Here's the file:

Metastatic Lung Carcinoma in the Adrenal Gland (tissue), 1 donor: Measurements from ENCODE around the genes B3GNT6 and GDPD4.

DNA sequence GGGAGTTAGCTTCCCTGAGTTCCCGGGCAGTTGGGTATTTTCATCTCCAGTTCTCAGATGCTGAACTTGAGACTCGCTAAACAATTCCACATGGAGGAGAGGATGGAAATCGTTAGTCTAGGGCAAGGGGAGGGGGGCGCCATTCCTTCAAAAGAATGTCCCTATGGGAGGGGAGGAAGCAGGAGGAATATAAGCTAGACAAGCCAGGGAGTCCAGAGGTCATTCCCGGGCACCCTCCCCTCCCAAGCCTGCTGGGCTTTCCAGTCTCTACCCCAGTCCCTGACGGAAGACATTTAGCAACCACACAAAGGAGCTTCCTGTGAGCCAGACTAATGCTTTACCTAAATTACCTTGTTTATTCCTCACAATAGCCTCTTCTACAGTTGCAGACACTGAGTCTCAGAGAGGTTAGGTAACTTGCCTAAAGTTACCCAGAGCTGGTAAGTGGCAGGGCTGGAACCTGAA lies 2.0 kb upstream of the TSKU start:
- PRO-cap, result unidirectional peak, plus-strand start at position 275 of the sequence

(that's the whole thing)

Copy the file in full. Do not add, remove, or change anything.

Metastatic Lung Carcinoma in the Adrenal Gland (tissue), 1 donor: Measurements from ENCODE around the genes B3GNT6 and GDPD4.

DNA sequence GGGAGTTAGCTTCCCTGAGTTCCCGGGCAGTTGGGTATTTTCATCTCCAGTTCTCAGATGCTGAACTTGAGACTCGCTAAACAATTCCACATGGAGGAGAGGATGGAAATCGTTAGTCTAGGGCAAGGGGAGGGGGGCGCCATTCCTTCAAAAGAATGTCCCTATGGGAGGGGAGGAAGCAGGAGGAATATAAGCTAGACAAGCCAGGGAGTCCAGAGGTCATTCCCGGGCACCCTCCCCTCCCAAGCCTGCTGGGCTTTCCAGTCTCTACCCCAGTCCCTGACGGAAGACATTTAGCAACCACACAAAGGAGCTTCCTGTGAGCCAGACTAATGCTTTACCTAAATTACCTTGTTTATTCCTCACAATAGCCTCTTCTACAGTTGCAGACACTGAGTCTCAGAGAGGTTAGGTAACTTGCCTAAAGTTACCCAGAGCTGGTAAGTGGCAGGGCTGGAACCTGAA lies 2.0 kb upstream of the TSKU start:
- PRO-cap, result unidirectional peak, plus-strand start at position 275 of the sequence